But demonizing our differences injects a social poison into the fabric of our nation. Especially this country, because this is a nation built on differences. This country is not founded on one race, or once religion, or one custom. This nation is founded on one ideal and one compact. And that compact has been agreed to by many races and cultures. The demonization of differences erodes our democracy at its core and attacks the foundation of our nation.
New York State, in many ways, embodies the American ideal. We are the laboratory of the American experiment in democracy. New York is the welcome mat to the world. Ellis Island is where generations signed the American compact. The Statue of Liberty stands in our harbor and New Yorkers hold the torch, and today, that torch must be held higher and that torch must shine brighter than ever before.
New York has a special responsibility. We have always been the progressive capital of this country. We have always been the social conscience. We know what it is to stand up and remind this country what it means to be an American. That our core American belief is that we are one nation, under God, indivisible, where there is liberty and justice for all.
That what makes this country special on the globe is that we afford religious freedom to all individuals and we discriminate against none. The nation's motto is "E pluribus unum" - out of many, one. That is the American rule, period. And therefore if you love this county, if you are an American, then you must act like one and these acts of division are the exact opposite of what America stands for.
The divisiveness must stop and New Yorkers will not be bystanders to injustice. That is not the New York way. We will fight sexism and racism and bigotry wherever we see it.
We will stand up for the rights of immigrants because we believe our diversity is a strength, not a weakness.
If there is a move to deport immigrants then I say start with me. I am a son of immigrants. Son of Mario Cuomo, who is the son of Andrea Cuomo, a poor, Italian immigrant who came to this country without a job, without money, or resources and he was here only for the promise of America.
If we deport immigrants then I ask, "Who is safe and who will be left?" Because we are all immigrants. If we deport immigrants then the only ones left will be the Iroquois, the Sioux and the Cherokee and the Apache. Otherwise remember, we are all visitors to this great land.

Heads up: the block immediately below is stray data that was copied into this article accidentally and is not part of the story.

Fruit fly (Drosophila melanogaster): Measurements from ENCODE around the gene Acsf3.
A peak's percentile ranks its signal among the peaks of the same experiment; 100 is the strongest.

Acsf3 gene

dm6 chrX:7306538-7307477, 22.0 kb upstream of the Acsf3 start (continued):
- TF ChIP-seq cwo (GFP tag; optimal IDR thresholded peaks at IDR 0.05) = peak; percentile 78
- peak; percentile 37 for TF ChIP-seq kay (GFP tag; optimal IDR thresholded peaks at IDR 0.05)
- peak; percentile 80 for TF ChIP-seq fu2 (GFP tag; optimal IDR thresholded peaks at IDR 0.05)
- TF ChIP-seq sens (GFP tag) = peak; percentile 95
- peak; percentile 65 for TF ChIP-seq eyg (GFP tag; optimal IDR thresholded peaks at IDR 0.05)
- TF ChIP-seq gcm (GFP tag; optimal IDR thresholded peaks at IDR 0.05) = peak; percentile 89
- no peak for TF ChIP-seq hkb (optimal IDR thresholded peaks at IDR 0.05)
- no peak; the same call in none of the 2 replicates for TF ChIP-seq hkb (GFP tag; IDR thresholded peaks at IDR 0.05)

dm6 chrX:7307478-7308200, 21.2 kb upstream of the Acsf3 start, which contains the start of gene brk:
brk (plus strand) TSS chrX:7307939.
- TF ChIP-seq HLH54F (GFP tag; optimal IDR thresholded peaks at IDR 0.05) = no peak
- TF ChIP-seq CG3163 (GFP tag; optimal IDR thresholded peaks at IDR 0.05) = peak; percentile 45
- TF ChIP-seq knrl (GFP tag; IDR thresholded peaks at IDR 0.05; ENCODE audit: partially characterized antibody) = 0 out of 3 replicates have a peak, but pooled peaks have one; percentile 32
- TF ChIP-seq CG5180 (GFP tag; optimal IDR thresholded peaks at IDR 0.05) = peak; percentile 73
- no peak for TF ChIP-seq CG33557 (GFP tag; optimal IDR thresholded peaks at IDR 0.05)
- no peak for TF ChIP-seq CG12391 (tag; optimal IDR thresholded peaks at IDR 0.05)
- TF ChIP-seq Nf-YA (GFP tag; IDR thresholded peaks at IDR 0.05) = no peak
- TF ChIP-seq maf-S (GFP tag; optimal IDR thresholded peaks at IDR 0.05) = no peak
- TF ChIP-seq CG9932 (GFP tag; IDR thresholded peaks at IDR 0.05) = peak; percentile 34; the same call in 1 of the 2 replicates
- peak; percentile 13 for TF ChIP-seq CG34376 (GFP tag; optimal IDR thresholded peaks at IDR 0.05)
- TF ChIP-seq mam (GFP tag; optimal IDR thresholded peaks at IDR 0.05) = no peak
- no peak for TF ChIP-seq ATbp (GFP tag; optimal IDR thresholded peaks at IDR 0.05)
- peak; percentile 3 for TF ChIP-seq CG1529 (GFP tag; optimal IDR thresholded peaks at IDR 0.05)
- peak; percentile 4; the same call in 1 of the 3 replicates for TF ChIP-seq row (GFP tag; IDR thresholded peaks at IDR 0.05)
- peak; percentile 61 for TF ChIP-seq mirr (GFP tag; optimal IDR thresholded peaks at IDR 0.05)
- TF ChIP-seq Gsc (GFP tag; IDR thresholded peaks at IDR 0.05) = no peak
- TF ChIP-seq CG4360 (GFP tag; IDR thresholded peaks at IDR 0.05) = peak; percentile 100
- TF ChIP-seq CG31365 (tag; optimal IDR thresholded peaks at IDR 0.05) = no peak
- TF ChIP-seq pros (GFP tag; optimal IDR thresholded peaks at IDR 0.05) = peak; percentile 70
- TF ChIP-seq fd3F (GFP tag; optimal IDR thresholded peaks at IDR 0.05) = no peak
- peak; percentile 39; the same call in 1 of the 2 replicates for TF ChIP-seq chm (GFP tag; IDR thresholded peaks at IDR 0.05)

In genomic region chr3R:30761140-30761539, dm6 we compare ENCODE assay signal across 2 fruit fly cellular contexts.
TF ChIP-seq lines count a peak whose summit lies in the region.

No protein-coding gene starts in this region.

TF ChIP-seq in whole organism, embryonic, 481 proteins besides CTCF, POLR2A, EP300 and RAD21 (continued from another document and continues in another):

New York’s message is a message of tolerance, brotherhood and unity. It is not a political message. It is not a Democratic or Republican message. It is not liberal or conservative; it is the Golden Rule that is the bedrock for faith for people around the world. Matthew in Ch. 22:36-40 tells us, “Teacher, which is the greatest commandment in the law? Jesus replied: Love the Lord your God with all your heart and with all your soul and with all your mind.”
This is the first and the greatest commandment. And the second is like it, “Love your neighbor as yourself.”
All the law and prophets hang on these two commandments. In the Old Testament it was Leviticus who said, “Love thy neighbor as thyself.”
This belief in loving thy neighbor, the Golden Rule, is repeated throughout the Koran by the prophet Muhammad, who said, “None of you has faith until he loves for his brother what he loves for himself."
Long before the East and West met, Confucius wrote in 500 B.C., “Never impose on others what you would not choose for yourself.”
Even the Sanskrit traditions of ancient India taught us, “Treat others as you would treat yourself.”
It is a timeless truth and these are the words that we need to take to heart at these dark times. These are the words that must guide us because they will heal us and bring us together. But it is not a time for words alone; it is also a time for action. And the action will start in New York.
As Martin Luther King said in his I Have a Dream speech, “This is no time to engage in the luxury of cooling off."